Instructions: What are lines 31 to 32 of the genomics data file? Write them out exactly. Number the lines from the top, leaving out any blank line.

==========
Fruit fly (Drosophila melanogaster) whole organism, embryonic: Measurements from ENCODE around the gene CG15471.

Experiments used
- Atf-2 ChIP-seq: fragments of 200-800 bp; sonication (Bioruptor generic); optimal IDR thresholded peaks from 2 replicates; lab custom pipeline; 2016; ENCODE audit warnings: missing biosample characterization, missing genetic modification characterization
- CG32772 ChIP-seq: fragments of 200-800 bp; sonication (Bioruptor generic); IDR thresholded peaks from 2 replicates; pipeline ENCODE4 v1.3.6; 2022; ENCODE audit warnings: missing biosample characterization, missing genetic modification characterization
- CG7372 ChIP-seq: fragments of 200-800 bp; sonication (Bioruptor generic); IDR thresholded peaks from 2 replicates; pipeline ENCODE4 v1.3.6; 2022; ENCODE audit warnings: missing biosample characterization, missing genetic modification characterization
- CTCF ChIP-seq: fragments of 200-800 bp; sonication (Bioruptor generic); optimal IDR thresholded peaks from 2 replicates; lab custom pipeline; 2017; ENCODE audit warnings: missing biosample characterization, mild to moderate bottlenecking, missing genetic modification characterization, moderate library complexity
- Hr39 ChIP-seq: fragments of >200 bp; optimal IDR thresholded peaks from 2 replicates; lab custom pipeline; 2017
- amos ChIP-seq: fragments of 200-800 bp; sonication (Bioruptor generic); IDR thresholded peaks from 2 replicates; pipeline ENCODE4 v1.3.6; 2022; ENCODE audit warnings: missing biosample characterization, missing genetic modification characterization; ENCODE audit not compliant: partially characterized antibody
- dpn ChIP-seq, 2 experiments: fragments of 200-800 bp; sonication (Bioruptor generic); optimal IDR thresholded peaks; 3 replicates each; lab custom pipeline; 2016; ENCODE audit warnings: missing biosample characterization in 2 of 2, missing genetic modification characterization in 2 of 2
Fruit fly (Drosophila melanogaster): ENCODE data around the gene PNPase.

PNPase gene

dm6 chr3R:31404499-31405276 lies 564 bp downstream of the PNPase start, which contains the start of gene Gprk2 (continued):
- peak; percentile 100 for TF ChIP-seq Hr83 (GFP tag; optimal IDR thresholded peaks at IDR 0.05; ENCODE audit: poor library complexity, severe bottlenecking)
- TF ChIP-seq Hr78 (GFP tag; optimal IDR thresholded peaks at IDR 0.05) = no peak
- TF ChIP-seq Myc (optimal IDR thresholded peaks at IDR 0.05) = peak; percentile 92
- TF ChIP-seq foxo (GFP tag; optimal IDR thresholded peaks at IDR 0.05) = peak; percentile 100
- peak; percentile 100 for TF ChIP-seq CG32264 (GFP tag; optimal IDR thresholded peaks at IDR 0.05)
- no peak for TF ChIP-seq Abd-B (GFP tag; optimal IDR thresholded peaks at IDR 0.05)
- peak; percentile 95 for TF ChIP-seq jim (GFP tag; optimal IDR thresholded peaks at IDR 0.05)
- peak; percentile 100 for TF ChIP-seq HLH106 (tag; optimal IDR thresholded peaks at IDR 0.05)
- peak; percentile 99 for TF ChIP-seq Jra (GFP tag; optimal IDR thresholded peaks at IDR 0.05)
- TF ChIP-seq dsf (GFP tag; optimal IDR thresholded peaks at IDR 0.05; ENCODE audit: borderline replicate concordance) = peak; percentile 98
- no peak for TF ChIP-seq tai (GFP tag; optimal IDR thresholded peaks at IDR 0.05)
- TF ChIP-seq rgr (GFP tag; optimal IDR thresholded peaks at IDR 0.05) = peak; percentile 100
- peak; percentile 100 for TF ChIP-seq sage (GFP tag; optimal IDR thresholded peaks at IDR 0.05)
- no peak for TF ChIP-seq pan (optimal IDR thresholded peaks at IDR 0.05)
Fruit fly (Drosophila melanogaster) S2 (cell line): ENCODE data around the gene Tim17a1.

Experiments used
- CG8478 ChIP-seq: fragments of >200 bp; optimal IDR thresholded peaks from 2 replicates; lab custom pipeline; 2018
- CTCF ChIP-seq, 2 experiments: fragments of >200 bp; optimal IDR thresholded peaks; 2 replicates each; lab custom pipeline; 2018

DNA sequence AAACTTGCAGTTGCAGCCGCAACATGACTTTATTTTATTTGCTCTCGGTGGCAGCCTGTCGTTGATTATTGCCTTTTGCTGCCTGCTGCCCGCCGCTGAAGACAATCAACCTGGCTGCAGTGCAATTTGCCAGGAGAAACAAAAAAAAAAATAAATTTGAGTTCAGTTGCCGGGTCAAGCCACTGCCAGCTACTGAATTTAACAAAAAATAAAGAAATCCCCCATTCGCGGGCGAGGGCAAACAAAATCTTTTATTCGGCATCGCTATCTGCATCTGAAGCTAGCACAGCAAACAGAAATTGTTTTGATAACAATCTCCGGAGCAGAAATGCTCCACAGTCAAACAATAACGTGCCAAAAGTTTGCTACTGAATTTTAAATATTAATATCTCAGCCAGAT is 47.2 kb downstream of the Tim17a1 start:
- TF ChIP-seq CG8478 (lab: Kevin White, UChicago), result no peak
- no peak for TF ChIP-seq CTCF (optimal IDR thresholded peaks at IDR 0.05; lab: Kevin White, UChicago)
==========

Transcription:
DNA sequence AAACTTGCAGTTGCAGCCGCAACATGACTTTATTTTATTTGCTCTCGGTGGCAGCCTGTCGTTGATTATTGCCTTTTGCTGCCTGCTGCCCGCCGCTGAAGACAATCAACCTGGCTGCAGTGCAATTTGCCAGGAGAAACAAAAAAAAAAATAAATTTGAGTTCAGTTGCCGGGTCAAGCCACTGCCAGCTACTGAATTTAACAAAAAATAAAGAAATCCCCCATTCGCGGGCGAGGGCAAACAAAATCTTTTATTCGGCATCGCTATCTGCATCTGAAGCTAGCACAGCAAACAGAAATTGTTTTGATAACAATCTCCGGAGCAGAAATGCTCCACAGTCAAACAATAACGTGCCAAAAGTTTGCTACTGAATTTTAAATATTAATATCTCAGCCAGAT is 47.2 kb downstream of the Tim17a1 start:
- TF ChIP-seq CG8478 (lab: Kevin White, UChicago), result no peak